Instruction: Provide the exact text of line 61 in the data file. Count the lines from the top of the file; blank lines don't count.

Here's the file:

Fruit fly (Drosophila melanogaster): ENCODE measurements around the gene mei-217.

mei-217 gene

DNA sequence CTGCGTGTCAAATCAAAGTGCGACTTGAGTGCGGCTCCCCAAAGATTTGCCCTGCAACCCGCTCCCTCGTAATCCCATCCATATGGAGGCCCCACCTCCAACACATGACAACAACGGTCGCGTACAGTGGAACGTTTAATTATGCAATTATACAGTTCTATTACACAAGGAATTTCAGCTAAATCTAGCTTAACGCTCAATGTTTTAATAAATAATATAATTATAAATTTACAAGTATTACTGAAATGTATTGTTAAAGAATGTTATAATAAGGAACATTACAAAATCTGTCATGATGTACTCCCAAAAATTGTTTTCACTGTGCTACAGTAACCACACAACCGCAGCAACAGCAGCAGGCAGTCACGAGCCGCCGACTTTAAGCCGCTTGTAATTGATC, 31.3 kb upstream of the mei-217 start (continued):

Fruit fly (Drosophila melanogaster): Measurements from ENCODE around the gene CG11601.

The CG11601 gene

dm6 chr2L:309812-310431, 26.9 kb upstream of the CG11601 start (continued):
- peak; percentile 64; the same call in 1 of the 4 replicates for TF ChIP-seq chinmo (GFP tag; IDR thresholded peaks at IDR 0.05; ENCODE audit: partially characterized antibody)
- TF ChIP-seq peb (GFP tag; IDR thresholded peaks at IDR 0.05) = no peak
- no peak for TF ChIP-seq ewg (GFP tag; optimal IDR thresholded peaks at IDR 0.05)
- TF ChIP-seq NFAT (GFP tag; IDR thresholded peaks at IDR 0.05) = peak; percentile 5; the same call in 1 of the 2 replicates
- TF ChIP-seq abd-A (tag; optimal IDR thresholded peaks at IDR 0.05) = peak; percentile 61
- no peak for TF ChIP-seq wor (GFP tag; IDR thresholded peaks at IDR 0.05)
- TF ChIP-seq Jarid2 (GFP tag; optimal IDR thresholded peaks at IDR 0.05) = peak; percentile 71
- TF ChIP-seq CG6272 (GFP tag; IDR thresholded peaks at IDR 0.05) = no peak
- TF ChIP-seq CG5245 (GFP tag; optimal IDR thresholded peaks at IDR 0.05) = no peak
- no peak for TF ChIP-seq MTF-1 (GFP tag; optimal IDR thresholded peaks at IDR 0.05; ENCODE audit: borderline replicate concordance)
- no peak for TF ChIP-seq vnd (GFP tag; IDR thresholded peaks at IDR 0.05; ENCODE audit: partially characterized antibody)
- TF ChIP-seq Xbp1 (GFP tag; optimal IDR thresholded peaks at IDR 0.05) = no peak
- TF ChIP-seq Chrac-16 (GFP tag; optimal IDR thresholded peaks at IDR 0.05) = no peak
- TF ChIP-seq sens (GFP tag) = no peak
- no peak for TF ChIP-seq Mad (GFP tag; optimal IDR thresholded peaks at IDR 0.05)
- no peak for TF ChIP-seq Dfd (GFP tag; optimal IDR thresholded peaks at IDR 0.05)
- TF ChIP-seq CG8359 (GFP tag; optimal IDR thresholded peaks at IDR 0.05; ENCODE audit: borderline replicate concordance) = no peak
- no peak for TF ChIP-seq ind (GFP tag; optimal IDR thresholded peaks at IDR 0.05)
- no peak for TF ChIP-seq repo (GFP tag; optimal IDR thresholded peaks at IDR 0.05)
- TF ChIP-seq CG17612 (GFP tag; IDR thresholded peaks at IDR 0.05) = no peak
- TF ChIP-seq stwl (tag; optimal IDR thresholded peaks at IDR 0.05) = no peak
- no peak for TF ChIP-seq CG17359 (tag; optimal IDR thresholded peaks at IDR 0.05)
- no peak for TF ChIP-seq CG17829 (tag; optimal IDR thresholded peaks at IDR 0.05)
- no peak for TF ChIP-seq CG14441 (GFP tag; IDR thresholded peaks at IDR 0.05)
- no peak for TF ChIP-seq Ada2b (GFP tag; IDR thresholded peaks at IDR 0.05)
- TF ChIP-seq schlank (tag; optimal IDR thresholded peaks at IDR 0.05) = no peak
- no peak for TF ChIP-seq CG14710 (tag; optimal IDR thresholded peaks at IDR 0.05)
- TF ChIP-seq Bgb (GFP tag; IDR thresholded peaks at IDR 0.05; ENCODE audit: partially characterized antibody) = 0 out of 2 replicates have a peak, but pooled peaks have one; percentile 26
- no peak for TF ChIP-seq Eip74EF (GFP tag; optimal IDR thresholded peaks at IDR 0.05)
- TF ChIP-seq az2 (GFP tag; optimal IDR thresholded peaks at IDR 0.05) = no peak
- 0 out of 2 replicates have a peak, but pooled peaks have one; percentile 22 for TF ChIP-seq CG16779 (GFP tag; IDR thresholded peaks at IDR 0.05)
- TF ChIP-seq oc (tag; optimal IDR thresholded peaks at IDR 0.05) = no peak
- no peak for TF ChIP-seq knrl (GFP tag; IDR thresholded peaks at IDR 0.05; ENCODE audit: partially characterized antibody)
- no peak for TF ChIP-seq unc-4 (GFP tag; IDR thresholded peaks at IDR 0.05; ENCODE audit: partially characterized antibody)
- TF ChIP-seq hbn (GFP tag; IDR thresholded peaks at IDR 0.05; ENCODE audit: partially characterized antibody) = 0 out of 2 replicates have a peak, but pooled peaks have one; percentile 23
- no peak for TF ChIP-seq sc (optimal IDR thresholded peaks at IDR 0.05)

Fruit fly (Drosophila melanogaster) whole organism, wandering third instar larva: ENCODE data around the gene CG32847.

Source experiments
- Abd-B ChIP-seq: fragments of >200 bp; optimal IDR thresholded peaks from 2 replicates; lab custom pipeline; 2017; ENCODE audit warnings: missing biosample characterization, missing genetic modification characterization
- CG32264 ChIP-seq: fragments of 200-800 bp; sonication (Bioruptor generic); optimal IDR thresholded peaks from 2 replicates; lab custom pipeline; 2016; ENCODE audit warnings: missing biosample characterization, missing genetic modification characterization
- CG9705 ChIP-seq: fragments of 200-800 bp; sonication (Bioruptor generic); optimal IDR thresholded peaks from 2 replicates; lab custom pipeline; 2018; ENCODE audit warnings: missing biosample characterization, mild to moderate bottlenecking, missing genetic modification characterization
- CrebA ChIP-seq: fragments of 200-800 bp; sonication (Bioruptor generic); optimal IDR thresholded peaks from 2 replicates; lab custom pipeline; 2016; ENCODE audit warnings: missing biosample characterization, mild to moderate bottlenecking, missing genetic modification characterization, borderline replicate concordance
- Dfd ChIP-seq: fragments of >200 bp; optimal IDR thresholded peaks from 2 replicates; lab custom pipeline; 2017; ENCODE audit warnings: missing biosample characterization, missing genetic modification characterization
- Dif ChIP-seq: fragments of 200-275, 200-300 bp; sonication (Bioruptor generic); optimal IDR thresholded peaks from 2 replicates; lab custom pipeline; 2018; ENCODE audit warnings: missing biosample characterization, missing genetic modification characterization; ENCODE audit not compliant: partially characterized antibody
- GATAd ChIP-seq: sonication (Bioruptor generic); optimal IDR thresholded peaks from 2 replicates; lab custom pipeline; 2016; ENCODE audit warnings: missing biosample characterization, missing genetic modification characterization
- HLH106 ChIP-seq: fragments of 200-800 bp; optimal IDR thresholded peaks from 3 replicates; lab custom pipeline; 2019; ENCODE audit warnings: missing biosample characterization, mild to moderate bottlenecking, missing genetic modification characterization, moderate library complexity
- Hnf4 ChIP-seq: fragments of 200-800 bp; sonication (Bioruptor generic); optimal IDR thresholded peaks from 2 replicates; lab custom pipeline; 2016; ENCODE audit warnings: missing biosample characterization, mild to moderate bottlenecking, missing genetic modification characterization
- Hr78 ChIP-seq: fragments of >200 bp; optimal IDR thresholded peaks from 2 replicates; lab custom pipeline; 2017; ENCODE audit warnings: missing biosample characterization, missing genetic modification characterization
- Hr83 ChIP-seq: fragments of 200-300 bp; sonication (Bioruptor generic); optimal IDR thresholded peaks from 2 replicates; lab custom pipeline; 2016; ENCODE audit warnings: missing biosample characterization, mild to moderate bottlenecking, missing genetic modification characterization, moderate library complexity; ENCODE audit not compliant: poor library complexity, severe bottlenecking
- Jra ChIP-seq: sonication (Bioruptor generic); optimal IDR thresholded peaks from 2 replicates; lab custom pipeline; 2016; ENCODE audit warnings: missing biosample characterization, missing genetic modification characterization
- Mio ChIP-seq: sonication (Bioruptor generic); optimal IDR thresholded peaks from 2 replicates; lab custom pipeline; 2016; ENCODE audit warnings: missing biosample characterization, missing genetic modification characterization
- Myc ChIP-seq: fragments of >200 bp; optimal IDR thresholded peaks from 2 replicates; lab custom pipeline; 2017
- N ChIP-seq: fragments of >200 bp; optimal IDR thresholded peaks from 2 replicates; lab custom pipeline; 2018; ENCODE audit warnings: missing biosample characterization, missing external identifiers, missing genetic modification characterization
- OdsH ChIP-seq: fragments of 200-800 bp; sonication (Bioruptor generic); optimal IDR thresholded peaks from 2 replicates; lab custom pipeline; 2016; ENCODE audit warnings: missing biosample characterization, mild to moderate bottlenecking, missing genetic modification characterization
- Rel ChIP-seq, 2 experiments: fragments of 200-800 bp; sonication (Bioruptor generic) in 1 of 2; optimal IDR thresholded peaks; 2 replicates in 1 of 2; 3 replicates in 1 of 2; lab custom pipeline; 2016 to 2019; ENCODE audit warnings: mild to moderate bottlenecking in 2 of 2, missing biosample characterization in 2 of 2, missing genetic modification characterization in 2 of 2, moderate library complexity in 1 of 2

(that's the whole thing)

- Rel ChIP-seq, 2 experiments: fragments of 200-800 bp; sonication (Bioruptor generic) in 1 of 2; optimal IDR thresholded peaks; 2 replicates in 1 of 2; 3 replicates in 1 of 2; lab custom pipeline; 2016 to 2019; ENCODE audit warnings: mild to moderate bottlenecking in 2 of 2, missing biosample characterization in 2 of 2, missing genetic modification characterization in 2 of 2, moderate library complexity in 1 of 2